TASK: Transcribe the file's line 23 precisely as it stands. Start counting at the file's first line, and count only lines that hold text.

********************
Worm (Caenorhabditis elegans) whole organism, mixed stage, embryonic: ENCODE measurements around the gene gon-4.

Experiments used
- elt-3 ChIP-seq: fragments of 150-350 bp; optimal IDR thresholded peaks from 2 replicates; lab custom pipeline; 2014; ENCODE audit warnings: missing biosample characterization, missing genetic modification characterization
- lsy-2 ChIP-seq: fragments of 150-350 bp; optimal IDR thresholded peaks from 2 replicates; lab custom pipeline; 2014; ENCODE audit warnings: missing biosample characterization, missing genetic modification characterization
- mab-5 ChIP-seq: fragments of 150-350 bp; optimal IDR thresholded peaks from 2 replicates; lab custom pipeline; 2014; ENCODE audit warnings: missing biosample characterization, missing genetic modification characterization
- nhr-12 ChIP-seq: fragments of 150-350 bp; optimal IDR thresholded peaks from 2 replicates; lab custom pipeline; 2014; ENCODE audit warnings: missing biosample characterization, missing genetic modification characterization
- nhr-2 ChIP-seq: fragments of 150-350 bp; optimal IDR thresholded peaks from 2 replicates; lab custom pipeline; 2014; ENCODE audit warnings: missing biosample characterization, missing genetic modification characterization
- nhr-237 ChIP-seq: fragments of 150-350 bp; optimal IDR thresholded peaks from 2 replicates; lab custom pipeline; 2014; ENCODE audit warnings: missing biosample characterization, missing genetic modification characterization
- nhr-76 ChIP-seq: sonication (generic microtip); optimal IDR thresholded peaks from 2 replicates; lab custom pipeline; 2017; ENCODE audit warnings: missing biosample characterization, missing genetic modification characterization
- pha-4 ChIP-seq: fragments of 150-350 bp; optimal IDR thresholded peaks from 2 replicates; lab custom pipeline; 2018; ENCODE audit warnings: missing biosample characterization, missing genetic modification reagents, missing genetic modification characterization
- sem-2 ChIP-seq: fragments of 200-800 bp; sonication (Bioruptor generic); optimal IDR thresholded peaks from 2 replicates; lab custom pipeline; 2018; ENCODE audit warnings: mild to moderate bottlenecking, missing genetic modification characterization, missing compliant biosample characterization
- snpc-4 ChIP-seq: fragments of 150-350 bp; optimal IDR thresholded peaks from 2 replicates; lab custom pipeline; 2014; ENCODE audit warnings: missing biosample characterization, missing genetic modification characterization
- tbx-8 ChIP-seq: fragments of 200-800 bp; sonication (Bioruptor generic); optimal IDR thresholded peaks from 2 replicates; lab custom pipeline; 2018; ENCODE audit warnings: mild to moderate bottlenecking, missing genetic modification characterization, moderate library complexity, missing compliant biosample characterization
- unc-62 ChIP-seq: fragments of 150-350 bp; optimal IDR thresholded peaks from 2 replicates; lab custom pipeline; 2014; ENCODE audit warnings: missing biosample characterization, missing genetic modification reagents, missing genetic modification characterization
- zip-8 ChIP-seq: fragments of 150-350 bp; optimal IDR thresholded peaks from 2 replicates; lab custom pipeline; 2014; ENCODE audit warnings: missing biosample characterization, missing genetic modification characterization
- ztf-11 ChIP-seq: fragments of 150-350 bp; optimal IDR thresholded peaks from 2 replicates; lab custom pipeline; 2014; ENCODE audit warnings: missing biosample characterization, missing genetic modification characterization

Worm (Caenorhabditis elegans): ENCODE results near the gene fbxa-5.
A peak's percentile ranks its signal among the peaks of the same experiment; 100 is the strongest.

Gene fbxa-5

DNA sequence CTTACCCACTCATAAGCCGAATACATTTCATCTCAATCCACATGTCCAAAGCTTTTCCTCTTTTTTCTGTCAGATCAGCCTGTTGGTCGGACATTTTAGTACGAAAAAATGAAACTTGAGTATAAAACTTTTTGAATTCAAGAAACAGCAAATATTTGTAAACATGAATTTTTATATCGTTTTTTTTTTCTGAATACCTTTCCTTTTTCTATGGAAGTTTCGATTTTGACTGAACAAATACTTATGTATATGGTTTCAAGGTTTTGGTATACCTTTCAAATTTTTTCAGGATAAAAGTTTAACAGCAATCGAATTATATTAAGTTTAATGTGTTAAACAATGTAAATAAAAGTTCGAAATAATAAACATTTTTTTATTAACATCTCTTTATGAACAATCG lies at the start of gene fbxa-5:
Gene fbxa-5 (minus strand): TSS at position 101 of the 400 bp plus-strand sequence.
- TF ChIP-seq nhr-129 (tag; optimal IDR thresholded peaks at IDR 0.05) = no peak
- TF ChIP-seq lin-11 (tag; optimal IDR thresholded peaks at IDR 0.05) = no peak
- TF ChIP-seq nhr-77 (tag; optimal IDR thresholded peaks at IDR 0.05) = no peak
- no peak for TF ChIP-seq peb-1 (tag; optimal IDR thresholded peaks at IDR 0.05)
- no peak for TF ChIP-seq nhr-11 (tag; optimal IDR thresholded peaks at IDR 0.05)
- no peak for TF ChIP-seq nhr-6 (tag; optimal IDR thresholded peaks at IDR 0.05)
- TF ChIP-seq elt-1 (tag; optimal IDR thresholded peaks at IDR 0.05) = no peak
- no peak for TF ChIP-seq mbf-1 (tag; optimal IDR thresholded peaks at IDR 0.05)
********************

- TF ChIP-seq lin-11 (tag; optimal IDR thresholded peaks at IDR 0.05) = no peak